Even fat women and ugly men can be the models in advertising. After years of sexy bodies and beautiful faces, eventually “normal” people starts starring in ads, ending the age of perfection in advertising. Business Week points out that just like it’s happening with reality Tv, advertising tries to get real, to help consumers identify with real stories and therefore perceive products as real also. Dove, Eileen Fisher and now also Nike are among the brands following this new trend. As the article points out, reality ads might not change mass perceptions of beauty, we can expect the trend to continue as they fuel sales and draw connections with people who see the ads.
On The Guardian, Tess Alps writes an excellent article on advertising in the age of terrorism. Commercial sense and sensibility investigates the relationship among advertising and tragic news, looking at the reaction in the UK media industry following the July attacks, but also taking a wider and “theoretical” perspective. Among the points touched in the article, the author wonders whether different media have different impact on audience perception of an ad placed closed to a tragic news.One of those clichéd truths is that TV is a more emotional medium and print a more rational, analytical one. This might suggest the presence of a print ad on the same page as a report of terrorist attack is going to cause less offence than a TV or radio break. I think that is so, but not just because print is usually less emotional. A still image can sometimes be even more powerful than moving film. Various papers have covered the recent discovery of photographs from Hiroshima, yet the appearance of ads on opposite pages has neither diminished the editorial nor damaged the commercial message – something to do with the reader’s voluntary selection of what to look at, I guess.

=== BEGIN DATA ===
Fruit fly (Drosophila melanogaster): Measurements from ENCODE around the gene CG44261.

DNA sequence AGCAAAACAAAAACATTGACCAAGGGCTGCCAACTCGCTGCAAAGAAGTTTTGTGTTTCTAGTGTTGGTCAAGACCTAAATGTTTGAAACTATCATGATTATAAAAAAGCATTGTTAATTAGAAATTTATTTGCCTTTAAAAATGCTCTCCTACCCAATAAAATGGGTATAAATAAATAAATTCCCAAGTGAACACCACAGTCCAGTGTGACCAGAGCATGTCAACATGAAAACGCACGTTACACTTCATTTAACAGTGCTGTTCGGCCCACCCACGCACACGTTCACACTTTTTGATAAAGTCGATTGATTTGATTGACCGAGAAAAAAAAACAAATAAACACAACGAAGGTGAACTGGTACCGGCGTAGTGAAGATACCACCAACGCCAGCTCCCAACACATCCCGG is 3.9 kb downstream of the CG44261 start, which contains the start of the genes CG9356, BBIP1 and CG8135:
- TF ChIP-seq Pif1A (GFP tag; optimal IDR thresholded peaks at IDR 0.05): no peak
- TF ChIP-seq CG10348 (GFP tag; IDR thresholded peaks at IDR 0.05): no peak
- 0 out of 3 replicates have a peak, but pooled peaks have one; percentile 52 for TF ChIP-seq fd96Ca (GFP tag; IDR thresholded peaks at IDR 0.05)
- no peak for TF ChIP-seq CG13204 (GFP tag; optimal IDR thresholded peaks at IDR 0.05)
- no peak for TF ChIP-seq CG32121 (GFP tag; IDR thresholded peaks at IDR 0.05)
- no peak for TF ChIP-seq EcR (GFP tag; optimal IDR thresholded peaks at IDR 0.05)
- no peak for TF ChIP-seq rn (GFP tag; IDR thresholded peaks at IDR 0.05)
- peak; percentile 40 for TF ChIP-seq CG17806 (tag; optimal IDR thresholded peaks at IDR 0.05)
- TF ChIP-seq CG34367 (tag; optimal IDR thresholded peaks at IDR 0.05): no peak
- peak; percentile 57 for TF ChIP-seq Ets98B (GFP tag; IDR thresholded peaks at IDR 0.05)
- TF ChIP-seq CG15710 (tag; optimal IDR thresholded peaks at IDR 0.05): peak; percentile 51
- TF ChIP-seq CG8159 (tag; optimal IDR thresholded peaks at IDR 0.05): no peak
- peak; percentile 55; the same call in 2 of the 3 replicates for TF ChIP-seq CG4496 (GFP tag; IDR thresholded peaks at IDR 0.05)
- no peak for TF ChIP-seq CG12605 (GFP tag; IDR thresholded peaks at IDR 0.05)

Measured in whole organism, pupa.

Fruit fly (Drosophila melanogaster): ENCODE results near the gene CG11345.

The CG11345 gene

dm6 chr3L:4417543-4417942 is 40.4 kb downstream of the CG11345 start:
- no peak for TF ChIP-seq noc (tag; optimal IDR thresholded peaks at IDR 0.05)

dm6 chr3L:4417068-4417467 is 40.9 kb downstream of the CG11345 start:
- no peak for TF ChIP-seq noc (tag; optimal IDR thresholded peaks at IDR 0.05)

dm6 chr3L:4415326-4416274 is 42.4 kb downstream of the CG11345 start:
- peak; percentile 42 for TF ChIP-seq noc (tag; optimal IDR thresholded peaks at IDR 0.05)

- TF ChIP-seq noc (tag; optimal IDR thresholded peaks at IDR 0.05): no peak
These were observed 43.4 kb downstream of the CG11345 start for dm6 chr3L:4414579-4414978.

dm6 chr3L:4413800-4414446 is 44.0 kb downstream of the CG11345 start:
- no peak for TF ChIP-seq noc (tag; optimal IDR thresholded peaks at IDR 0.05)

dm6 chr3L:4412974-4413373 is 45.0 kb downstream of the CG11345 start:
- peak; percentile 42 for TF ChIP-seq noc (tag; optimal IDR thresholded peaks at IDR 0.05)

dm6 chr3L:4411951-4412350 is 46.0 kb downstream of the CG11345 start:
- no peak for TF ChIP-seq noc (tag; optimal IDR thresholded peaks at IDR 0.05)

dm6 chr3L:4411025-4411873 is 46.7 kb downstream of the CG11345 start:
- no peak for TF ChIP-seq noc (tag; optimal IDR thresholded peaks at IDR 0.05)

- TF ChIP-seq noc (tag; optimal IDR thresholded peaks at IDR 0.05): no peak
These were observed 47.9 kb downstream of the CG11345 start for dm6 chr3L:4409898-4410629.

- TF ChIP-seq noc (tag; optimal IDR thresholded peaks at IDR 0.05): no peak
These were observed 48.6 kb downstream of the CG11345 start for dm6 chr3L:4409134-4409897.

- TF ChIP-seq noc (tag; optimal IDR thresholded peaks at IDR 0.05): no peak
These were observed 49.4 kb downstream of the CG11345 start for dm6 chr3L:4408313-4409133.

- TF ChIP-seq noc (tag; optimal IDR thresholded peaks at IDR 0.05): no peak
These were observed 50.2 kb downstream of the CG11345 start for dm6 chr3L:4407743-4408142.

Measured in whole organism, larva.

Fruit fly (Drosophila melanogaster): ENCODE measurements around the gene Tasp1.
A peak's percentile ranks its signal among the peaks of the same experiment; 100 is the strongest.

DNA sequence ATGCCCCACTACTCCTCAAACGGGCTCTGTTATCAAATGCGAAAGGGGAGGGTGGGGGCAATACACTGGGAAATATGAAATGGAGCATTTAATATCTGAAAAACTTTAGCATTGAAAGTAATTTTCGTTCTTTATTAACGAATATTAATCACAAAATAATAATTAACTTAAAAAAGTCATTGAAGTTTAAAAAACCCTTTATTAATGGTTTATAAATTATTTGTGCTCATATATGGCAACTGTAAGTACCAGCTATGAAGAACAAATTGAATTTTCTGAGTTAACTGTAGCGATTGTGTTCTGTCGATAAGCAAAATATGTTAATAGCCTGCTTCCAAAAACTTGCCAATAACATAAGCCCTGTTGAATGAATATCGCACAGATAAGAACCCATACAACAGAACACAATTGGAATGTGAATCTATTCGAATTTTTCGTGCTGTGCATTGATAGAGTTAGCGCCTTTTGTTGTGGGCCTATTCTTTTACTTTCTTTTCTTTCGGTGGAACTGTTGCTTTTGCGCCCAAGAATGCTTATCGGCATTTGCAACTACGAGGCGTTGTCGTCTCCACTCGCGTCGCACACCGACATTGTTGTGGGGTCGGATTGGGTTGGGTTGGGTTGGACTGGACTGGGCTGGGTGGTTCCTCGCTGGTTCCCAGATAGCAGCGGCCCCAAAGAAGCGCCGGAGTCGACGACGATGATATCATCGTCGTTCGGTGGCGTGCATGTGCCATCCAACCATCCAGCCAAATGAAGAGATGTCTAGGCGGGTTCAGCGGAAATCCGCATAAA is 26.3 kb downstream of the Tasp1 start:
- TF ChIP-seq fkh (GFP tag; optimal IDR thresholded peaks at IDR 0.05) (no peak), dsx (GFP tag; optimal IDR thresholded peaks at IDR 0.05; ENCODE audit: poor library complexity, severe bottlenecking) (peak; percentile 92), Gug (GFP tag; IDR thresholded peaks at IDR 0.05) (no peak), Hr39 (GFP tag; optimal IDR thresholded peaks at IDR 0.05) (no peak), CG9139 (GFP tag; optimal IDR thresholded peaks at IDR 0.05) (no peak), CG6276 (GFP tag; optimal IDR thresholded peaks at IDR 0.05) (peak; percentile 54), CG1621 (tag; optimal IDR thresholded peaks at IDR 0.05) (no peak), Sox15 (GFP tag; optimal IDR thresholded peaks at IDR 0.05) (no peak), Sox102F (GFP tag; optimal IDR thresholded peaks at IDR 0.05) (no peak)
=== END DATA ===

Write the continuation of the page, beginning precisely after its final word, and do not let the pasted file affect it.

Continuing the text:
As an Italian soon relocating abroad to start a new job, I certainly enjoyed this article published on Mediaweek, presenting the the Ethnic Representation in Agencies report authored by COI senior campaign manager Mehboob Umarji. According to the study published last June, ethnic minorities account for only 8% of the media and creative agency workforce and almost half of those staff can be found in back-office functions. The research points out that the agencies which embraced diversity were also the most successful in terms of new business wins. Colin Colin Gillespie, managing director of All Response Media, shares his opinion on the issue:“From my perspective, the real key driver for getting ethnic minorities involved in more front-line roles, where they are able to have an impact on marketing strategy and creative development, is the background these people come from. The society we live in is very diverse and to be a media planner/buyer in the 21st Century, one needs to have experiences and, ideally, backgrounds which are reflective of that.”
The alternative to Google AdSense, the advertising program for (big) and small publishers is just around the corner: Yahoo! has started testing its own solution inviting 2,000 bloggers to join the program. The New York Times reports Yahoo says its new small-site service will let a Web site specify what categories of advertising it does or does not want on a given page.
Sunday Timesreports drinks companies have been ordered to hire uglier men for their advertisements in Britain, to avoid suggesting there is a link between boozing and sexual success. According to guidance issued by the Advertising Standards Authority (ASA) men who star in alcohol ads that target women should be “balding” and “paunchy” rather than “attractive and desirable”. All right, fine, but what about the use of sexy women? The new alcohol advertising rules have been launched in the UK at the beginning of June.